• Green space

The Green Estate also recognised that something as simple as improving the local greenspace can have a big impact on the community. From a ‘wasteland’ to a ‘piece of countryside in the inner city’, Manor Fields Park has been completely transformed by the Green Estate. The Park uses SuDS, a drainage solution that mimics natural drainage patterns, reducing the impact of flooding and pollution on receiving water bodies. The park has also planted a variety of flora and fauna to attract local wildlife. The organisation’s ‘Manor Pocket Parks’ project consists of three small parks created between 2000 and 2002. They have brought nature to areas with limited greenspace, as well as much needed play areas for the local children.

  • Community involvement

Through its commercial success, the Green Estate is able to increase participation from a wide range of its local community. Its supported volunteering scheme invites people with disabilities to help with restoring and maintaining green space, and its ‘Manor Makers’ project teams up older men with woodwork experience to train up the younger men on the estate. Such projects are not only helping to improve the local environment, but are also playing an important role in supporting the physical and mental wellbeing of participants.

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  • Community accountability

The Green Estate ensures it is held accountable by local people by involving representative groups in decision making. Its member group, consisting of the Manor and Castle Development Trust, the Wildlife Trust, and a third group consisting of a broad range of representatives from the local community, each have one vote on key matters at the Green Estate. The Green Estate also has an Inclusive Access Forum, which has a membership of people with different disabilities who advise on improving access onsite. Throughout the programmes and activities it delivers, the Green Estate actively encourages and responds to feedback from the local community. This all helps to ensure local people feel a sense of ownership over the Green Estate, and are behind its continual evolution and development.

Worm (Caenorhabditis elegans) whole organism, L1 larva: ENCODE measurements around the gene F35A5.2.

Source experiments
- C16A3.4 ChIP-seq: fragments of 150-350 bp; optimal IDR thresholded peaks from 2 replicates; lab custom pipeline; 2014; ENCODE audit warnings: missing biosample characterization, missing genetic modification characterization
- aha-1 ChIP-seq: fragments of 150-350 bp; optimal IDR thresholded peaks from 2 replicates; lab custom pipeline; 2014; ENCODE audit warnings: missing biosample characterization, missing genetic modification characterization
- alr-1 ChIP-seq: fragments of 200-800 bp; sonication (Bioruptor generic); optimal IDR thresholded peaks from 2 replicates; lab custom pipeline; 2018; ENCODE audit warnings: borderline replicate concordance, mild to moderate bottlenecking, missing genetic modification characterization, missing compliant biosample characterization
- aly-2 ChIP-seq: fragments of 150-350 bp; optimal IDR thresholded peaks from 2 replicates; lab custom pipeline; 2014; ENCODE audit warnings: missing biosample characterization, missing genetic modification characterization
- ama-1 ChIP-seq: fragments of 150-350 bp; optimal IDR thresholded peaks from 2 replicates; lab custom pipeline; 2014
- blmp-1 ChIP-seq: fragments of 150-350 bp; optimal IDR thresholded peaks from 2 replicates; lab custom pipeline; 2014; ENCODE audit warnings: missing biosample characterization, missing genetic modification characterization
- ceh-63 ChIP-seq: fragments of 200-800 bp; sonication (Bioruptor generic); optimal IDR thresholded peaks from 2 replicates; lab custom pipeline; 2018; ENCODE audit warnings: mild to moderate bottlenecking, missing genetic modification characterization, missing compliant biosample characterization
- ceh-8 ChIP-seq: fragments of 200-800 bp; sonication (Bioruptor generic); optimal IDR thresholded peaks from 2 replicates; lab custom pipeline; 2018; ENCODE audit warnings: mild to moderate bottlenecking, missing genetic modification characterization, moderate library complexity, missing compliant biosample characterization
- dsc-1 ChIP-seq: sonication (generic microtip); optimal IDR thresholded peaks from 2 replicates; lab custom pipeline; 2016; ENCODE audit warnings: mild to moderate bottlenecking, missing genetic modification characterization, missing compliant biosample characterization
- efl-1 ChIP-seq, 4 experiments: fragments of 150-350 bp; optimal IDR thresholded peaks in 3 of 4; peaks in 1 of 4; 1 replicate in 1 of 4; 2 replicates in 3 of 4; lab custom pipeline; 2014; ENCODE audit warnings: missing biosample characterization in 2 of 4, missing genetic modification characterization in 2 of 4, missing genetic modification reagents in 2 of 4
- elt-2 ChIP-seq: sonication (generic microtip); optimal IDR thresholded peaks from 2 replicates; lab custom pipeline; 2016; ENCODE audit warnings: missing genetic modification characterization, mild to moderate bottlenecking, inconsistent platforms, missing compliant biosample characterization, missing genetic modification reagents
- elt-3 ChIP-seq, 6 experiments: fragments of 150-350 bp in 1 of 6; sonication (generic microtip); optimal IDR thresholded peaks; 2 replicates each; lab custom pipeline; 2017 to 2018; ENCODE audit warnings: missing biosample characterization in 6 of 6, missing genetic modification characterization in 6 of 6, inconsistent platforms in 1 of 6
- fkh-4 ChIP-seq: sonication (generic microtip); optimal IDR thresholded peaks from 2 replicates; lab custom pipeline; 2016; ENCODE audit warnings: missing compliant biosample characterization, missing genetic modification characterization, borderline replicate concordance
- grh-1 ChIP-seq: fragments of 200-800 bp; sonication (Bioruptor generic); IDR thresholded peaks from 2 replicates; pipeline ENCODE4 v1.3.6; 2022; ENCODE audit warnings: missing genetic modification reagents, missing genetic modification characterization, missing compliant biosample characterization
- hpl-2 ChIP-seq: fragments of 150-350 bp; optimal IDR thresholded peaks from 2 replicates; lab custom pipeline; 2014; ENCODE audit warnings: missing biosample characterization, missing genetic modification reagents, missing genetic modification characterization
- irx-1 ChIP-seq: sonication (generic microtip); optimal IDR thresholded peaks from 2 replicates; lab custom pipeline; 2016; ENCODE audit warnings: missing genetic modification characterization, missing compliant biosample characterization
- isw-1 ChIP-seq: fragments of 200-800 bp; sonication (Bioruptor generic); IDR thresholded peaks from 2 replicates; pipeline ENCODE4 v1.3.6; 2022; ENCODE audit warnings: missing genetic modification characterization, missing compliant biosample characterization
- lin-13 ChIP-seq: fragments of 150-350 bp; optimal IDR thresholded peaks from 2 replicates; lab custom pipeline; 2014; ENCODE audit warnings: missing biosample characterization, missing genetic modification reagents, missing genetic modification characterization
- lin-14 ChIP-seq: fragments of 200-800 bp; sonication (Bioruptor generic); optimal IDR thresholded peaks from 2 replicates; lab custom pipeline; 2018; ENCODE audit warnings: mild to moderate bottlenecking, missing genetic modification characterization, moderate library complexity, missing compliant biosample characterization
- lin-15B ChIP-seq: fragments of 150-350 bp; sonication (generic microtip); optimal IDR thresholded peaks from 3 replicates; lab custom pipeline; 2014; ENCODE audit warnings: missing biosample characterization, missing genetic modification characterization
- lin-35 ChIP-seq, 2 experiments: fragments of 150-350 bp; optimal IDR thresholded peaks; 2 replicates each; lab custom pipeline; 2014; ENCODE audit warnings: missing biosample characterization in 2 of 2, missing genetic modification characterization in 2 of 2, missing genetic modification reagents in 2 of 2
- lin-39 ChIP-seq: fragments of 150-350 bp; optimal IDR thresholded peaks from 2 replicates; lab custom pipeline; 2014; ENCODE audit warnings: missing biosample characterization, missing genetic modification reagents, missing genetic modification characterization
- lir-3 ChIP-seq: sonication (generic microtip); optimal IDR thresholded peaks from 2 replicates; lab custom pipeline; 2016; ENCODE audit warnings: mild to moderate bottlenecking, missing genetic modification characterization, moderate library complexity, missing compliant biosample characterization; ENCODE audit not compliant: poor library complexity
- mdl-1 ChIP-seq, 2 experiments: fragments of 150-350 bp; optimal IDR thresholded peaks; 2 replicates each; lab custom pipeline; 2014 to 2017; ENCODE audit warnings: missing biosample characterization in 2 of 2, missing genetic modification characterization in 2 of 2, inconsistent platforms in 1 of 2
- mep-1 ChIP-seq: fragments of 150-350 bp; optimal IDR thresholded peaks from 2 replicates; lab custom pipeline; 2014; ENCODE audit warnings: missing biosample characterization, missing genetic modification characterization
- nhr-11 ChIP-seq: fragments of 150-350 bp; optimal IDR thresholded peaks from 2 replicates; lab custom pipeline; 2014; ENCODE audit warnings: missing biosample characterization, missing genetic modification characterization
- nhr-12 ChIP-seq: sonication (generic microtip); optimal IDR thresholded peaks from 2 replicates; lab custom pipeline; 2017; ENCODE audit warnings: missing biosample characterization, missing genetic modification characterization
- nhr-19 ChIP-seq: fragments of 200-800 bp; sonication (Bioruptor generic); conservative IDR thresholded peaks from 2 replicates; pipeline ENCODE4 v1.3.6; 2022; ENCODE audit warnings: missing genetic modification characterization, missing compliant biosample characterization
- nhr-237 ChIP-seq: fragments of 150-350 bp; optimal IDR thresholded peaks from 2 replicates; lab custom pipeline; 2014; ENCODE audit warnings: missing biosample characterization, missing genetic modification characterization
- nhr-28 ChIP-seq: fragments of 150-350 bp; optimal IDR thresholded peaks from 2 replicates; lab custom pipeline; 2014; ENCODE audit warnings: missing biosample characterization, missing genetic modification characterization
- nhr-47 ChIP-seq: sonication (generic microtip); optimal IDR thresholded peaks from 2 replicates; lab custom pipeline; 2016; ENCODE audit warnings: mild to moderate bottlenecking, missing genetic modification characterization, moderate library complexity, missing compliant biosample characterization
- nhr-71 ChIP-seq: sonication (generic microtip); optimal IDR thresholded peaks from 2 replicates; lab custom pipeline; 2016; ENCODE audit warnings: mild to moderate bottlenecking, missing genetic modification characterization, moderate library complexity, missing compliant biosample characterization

• Summary

The Green Estate has undergone a remarkable transformation in the past 31 years. It has converted much of the Manor estate’s low-grade green space into an environment welcoming for both wildlife and residents, and its Pictorial Meadow is the world leader in naturalistic planting. Its community farms, volunteering opportunities, and intergenerational projects is helping to provide vital education on the natural environment, and its commercial activities are helping to improve the local environment and provide an income stream for the organisation.

The Green Estate has helped to unite its community and instil a sense of pride by taking ownership of its local environment to actively challenge negative perceptions of the area. Through turning liabilities into assets, and leading innovation in the green regeneration sector, there is a lot of lessons to be learnt from the Green Estate’s successes.